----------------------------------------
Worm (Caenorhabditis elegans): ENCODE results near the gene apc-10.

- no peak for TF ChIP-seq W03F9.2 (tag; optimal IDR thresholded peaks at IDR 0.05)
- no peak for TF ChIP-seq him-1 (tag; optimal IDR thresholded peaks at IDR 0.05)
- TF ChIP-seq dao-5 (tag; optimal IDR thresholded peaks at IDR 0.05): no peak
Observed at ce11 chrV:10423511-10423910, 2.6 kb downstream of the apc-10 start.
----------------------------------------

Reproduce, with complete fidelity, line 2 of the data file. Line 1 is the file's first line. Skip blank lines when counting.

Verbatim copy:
- no peak for TF ChIP-seq W03F9.2 (tag; optimal IDR thresholded peaks at IDR 0.05)